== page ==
Thursday, September 13, 2007

A Writing Class for Your Consideration

From the fall course schedule for the Poets and Writers League of Greater Cleveland (click here and scroll down to the bottom. But don't forget to check out the other offerings too):

Editors Steve Gleydura from Cleveland Magazine and Sarah Sphar of Northern Ohio Live have teamed up with award-winning journalist and writer John Ettorre to offer this three-session course on the fundamentals of writing for a living. While regional magazine editors provide insight and instruction on how and why they go about choosing free-lancers and on becoming an “expert” on food, business, arts, education, and other magazine fodder, the veteran writer instructs practical skills such as leveraging the Internet, how and where to pitch articles, meeting the deadline, and the value of awards and professional affiliations.
Segments 1 & 2, taught by Sarah Sphar and John Ettorre, respectively, are offered Tuesdays at the Northern Ohio Live (2026 Murray Hill Road #103, Cleveland, 44106), October 16 & 23, 6:30-8:30pm. Segment 3, taught by Steve Gleydura, will be held Tuesday, November 6 (location TBD), 6:30-8:30pm.
$95 for Members
$115 for Nonmembers
.


Hope at least some of you will be able to join us for this. It's a good chance to hear first-hand from two area magazine editors how to go about writing for their audiences. I'll try to add what might be called the less sugar-coated perspective about magazine writing.

3 Comments:

At 1:13 PM, Blogger Scott said...

John, I imagine your "less sugar-coated perspective" to be something like this:

"You're not going to get rich doing this. Sources won't call you back. The deadlines will be next to impossible. Your copy will be edited beyond all recognition. And your fee? The one that sounded good BEFORE you took the assignment? Yeah, it won't seem that way afterward."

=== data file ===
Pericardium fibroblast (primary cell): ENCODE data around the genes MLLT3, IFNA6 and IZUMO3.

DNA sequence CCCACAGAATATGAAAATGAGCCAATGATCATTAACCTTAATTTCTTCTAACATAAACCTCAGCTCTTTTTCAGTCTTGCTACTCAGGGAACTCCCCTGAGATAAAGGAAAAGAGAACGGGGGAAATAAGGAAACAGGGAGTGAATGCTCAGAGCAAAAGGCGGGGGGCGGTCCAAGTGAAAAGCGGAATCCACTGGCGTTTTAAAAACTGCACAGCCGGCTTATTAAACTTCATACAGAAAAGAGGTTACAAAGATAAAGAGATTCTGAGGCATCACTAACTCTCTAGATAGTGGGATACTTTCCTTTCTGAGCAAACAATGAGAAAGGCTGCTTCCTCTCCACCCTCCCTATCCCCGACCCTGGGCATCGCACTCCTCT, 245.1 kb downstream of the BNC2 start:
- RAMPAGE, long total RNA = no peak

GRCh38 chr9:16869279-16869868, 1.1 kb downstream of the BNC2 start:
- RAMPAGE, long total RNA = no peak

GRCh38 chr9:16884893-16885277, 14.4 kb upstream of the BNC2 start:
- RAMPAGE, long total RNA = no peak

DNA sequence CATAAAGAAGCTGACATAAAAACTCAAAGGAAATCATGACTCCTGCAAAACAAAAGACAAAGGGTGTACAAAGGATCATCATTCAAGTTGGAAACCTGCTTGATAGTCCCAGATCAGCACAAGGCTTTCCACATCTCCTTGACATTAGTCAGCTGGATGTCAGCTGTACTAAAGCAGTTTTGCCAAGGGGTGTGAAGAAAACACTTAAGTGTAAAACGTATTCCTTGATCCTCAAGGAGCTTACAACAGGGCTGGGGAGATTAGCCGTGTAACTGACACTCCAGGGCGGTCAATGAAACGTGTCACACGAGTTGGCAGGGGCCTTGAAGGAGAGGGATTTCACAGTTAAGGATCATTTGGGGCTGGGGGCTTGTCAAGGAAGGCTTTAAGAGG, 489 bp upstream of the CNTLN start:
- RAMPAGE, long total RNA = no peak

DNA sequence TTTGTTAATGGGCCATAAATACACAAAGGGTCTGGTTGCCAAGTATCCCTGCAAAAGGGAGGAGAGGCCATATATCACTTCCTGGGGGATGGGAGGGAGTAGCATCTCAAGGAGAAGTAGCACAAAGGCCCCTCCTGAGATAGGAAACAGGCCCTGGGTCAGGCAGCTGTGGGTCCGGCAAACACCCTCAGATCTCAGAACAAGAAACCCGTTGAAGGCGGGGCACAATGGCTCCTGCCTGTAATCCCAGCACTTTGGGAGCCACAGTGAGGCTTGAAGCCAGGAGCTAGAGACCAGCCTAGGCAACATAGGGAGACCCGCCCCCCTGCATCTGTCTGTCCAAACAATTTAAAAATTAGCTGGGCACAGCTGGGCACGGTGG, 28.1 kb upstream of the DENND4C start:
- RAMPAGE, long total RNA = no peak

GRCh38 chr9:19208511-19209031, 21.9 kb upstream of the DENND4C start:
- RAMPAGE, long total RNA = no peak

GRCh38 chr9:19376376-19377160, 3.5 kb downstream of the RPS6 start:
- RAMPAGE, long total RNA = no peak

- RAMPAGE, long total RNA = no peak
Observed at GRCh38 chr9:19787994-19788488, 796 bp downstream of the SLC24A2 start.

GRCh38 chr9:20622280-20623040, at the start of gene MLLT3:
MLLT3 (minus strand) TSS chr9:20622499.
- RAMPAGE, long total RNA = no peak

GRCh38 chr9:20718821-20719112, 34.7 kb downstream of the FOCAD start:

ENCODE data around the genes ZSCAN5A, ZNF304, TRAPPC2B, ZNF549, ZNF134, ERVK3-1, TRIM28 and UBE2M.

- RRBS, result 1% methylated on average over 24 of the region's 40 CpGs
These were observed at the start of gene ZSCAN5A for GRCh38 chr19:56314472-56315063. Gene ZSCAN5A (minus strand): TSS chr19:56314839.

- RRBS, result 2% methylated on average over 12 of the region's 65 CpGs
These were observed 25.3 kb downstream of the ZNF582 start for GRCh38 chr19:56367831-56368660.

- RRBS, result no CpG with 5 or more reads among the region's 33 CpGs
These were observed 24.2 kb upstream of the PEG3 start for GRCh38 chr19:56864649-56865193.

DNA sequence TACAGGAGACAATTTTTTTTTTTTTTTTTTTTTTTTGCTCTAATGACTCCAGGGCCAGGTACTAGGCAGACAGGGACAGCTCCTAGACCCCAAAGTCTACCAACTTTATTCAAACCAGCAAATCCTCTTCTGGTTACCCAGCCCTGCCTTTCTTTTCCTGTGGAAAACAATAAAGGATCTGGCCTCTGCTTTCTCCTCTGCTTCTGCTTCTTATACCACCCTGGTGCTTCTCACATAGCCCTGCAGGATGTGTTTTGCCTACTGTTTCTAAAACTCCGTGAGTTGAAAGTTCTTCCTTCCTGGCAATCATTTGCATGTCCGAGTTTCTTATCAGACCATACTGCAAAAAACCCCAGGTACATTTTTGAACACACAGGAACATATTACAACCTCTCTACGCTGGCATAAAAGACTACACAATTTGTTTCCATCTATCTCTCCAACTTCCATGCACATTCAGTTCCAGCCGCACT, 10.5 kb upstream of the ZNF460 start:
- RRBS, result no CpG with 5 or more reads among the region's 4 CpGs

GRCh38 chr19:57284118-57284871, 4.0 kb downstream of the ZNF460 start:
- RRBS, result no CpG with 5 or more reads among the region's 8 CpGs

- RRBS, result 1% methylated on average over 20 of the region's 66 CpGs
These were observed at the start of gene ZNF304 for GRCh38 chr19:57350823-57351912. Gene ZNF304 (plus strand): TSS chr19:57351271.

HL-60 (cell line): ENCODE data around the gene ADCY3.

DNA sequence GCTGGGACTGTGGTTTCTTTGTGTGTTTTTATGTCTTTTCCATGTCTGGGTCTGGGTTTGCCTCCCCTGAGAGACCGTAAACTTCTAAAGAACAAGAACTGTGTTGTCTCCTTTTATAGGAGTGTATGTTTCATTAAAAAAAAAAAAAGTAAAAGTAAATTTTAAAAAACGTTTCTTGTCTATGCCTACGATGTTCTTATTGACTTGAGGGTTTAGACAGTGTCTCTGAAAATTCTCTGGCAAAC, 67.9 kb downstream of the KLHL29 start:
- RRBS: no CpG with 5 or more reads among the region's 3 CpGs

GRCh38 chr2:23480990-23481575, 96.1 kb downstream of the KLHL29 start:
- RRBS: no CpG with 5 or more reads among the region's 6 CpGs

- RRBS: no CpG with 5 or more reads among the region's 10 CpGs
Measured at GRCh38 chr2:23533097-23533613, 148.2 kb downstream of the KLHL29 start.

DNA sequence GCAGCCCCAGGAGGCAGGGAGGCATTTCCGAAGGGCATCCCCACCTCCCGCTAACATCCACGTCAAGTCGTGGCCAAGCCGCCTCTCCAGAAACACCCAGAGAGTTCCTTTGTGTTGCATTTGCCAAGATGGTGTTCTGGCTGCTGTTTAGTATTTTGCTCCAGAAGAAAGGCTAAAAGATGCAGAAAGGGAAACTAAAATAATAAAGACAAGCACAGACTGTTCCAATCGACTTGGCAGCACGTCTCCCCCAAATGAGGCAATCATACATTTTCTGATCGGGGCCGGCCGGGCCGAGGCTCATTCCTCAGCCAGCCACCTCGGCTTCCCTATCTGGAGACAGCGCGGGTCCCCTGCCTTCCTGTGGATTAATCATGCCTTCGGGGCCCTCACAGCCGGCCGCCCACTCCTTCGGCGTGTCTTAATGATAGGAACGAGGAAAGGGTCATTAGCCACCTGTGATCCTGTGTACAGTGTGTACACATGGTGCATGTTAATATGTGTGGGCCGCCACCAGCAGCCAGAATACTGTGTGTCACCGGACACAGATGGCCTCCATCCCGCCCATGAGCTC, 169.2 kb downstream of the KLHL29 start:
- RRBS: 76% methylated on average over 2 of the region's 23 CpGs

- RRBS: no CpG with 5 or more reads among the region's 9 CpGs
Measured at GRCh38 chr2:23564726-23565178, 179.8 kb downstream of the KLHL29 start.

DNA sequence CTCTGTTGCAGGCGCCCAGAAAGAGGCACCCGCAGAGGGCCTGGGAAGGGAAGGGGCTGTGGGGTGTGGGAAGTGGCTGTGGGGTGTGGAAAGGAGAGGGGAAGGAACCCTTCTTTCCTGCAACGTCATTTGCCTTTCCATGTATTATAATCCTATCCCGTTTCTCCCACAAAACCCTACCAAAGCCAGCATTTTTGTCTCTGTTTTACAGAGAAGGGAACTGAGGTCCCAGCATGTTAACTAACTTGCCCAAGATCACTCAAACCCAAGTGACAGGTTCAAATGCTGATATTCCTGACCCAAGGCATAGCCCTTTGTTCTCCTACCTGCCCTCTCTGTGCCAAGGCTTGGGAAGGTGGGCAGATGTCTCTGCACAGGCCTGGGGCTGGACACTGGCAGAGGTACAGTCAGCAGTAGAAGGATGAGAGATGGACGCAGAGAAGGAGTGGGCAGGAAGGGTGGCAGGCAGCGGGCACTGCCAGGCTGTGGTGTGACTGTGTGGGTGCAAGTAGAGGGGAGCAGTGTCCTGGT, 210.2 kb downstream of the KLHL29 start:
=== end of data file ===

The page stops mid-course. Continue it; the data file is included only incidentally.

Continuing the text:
Let me know if you want me to write you up a syllabus or anything...

 
At 9:30 AM, Blogger John Ettorre said...

Something like all that, Scott. Only my philosophy in the writing wars is to always be on the offensive (which involves both lots of market intelligence and old-fashioned people skills), and to NEVER to look at things from the glass half empty perspective. Finally, anyone whose work is edited beyond all recognition is either A). a raw rookie, who perhaps needed lots of editing, and thus was lucky to get the assignment in the first place, or B). someone who needs to find a new outlet and a new editor to work with, who will treat it as a collaborative exercise rather than a parent-child dynamic.

 
At 11:47 PM, Anonymous Anonymous said...

Lordy lordy lordy look at the pot calling the kettle black. You play holier than thou and attack others like a mean spirited pitbull for commercialism. Guess you can't resist some crass commercialism yourself

 

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